Researchers from Columbia University’s Earth Institute examined Brazil, China, India, South Africa and the Russian republic of Tartarstan. They found that the heart disease death rate for adults ages 30-59 was up to twice as high as the U.S. rate, and in Russia the rate was up to five times higher
Obesity was cited as a primary factor, along with smoking, lack of exercise and untreated high blood pressure. The researchers described the influence of unhealthy diets as “surprising.”
Obesity also plays a significant, if poorly understood, role in many cancers. WHO data shows cancer accounts for about 12.5 percent of the world’s deaths, and that rate is expected to increase dramatically, mostly in developing countries.
The global trend toward weight gain and its associated illnesses is not restricted to the well-off. High-fat, high-starch foods tend to be cheaper, so poor people eat more of them.
In Mexico, 40 percent of its 105 million people live in poverty. Yet two-thirds of men and women there are overweight or obese.
How it happened
Many factors contribute to the widening of the world’s waistline.
For starters, there is cheap, plentiful food. Even in poor nations, the relative cost of eating is declining.
And the consumption of oils and fats used in processed foods has doubled over the last 30 years.
“One year they had very expensive butter and the next year edible oil came on the scene,” said Barry Popkin, who heads nutrition epidemiology at the University of North Carolina and serves as a WHO adviser. “All of a sudden for very little money you could make your food taste better.”
Nutritionists say cheaper sugar is another factor, despite the industry’s strenuous denials.
James E. Tillotson, director of Tufts University’s Food Policy Institute, calculates the average American drinks the equivalent of a 55-gallon drum of soda every year, compared to 20 gallons of sweetened beverages a year in 1970.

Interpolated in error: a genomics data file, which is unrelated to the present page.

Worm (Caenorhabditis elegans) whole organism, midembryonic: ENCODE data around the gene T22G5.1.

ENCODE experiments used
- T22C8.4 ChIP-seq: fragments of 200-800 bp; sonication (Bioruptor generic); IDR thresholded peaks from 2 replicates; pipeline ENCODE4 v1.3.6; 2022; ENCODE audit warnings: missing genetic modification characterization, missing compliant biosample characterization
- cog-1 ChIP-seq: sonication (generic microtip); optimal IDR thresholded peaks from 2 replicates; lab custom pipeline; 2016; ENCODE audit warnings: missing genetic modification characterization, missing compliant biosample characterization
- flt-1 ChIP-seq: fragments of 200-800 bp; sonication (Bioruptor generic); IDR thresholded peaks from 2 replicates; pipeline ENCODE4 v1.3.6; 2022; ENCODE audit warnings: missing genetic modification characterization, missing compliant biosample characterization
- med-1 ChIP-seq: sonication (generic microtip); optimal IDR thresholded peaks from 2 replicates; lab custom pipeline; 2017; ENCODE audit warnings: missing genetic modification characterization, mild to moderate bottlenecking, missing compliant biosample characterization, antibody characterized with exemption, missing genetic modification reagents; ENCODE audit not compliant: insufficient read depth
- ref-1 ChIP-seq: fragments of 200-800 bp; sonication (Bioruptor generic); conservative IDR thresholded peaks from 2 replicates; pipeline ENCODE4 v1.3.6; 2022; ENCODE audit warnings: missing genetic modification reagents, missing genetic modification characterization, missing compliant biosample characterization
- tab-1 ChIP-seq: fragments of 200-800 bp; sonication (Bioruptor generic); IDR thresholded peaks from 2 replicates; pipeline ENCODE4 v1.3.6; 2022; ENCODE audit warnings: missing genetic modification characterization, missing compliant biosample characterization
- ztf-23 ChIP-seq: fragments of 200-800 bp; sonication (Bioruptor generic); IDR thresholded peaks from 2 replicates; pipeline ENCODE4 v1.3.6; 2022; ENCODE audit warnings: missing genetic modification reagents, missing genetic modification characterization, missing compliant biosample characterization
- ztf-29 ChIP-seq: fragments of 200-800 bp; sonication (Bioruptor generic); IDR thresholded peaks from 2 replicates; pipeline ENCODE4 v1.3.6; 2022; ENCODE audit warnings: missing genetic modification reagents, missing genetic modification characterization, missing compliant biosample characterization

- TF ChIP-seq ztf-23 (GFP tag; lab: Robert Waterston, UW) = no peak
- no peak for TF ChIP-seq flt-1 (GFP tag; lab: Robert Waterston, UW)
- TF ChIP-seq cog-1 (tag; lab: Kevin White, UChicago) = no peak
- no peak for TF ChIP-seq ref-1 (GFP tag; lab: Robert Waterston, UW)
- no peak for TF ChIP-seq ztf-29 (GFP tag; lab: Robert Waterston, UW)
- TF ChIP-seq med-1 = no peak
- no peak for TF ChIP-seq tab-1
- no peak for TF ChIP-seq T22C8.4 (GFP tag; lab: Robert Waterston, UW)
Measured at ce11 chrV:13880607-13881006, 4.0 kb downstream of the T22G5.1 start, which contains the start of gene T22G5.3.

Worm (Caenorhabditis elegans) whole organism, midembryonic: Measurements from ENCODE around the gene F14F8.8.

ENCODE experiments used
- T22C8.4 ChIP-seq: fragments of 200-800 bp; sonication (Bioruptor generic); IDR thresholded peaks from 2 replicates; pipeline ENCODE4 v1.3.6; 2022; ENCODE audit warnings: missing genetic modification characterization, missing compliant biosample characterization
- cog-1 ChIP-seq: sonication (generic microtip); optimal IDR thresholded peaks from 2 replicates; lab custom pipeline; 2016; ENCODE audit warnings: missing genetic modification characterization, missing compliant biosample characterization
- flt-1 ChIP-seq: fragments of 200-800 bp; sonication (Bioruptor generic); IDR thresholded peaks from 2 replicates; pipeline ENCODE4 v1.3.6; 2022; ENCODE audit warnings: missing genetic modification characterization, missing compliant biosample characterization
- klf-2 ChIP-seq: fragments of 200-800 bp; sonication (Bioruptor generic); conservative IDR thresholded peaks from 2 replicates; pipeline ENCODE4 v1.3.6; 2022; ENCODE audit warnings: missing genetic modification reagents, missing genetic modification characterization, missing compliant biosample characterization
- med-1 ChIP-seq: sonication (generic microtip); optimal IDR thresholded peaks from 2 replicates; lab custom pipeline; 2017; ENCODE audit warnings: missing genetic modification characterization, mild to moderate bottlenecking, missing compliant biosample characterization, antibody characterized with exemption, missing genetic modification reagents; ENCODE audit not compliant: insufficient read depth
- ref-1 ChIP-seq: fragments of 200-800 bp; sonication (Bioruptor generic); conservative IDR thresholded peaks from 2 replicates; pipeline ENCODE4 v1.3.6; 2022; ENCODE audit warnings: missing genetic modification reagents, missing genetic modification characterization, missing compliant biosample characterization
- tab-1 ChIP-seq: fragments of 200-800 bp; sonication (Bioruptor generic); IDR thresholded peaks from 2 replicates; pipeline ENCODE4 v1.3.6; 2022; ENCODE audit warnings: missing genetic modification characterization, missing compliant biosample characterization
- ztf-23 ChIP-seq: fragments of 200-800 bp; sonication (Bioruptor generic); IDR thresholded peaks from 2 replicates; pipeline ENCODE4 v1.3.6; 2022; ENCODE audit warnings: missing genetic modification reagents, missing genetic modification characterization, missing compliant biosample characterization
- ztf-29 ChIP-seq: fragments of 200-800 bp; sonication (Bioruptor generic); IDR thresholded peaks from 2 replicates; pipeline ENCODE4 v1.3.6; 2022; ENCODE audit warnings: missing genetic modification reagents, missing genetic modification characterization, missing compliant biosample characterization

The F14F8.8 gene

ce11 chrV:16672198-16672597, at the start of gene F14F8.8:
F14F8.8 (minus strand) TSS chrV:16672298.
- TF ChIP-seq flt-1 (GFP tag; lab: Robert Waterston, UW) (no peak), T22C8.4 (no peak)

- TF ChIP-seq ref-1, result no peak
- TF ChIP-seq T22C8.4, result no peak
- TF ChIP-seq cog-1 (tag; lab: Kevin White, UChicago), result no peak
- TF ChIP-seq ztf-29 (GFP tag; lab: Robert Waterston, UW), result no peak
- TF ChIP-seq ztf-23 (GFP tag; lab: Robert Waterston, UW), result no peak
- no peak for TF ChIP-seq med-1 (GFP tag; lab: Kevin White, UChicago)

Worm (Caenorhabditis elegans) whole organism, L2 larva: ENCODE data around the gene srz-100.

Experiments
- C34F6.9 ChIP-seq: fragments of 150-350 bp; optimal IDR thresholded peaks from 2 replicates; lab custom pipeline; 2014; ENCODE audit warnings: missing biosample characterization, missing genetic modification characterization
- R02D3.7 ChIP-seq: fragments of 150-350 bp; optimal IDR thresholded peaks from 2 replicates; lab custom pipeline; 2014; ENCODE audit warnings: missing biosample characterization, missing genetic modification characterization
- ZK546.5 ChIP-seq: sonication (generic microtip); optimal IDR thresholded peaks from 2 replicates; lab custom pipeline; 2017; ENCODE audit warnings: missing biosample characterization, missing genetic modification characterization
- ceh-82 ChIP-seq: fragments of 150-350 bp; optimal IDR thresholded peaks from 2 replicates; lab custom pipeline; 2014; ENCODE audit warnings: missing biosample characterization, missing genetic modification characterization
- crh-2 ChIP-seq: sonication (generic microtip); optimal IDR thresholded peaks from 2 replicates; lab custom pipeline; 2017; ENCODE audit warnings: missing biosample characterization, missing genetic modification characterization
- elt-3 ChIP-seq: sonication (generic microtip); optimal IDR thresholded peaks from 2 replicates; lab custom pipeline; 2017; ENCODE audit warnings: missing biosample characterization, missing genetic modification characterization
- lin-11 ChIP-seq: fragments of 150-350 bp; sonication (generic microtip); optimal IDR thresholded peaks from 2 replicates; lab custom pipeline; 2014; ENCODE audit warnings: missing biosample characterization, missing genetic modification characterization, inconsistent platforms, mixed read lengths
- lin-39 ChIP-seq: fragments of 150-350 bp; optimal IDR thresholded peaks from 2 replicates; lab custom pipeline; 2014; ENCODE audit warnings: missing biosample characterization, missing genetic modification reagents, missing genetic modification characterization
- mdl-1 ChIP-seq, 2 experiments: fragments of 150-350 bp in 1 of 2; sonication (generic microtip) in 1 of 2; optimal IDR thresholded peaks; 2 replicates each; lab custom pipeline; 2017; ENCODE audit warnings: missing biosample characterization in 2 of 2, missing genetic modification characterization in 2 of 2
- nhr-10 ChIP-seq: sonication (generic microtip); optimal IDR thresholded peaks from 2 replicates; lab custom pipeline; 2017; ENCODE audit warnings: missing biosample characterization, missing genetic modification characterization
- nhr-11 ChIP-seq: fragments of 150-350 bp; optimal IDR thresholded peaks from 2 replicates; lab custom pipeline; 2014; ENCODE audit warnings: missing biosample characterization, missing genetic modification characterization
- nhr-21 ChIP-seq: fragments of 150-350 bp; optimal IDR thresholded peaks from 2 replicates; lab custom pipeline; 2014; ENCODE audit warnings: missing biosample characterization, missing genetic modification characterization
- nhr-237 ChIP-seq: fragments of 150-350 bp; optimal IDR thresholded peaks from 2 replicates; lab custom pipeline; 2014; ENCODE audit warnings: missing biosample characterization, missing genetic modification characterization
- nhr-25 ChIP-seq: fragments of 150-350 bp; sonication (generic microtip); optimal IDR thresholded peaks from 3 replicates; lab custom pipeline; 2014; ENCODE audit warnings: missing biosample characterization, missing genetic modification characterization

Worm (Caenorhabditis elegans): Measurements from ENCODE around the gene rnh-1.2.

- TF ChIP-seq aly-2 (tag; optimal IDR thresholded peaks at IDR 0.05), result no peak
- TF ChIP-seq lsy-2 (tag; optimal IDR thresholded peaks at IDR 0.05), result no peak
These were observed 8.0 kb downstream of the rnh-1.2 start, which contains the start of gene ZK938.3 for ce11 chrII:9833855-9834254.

Increases almost as dramatic have occurred in Europe, and soft drink factories are increasingly popping up in developing countries.
“We never thought people would abuse them,” said Tillotson, who developed fruit-based drinks for Ocean Spray in the 1980s.
Another factor is how food is promoted and distributed.
In 1990, no more than 15 percent of food bought in Latin America came from supermarkets. Now, 60 percent is from six supermarket chains.
There are demographic changes, too. In many nations, women in the work force created a demand for convenience foods.
“We already are tired from working and we buy only packaged foods,” said Bertha Rodriguez of Mexico City. The 61-year old great-grandmother supports herself by frying quesadillas in a streetside stand.
People spend more time sitting in the car, at the computer and especially in front of the television – an average of 1,669 hours a year in the United States, a habit that is extending internationally.
With such low activity levels, as little as 100 extra calories a day translates into 10 pounds in a year.
Technology is changing activity levels even in the poorest nations.
“Telephones, cars, computers all come from the freedom from hunger and fear,” Bloom said. “But it’s had a bad side effect.”
Some governments are taking steps.
Singapore schools have added physical activities and replaced soft drinks with bottled water. Brazil is making school lunch programs serve fruits and vegetables.
But it’s a battle against human nature.
“It would be a huge public health achievement if we simply stopped the weight gain where it is now,” said Stephen Blair, research director at the Cooper Institute of Aerobics Research in Dallas.
“I think that’s what we’re stuck with.”
EDITOR’S NOTE: Medical Writer Emma Ross reported from London and Science Writer Joseph Verrengia reported from Denver. Elaine Kurtenbach in Shanghai and Morgan Lee in Mexico City contributed to this report.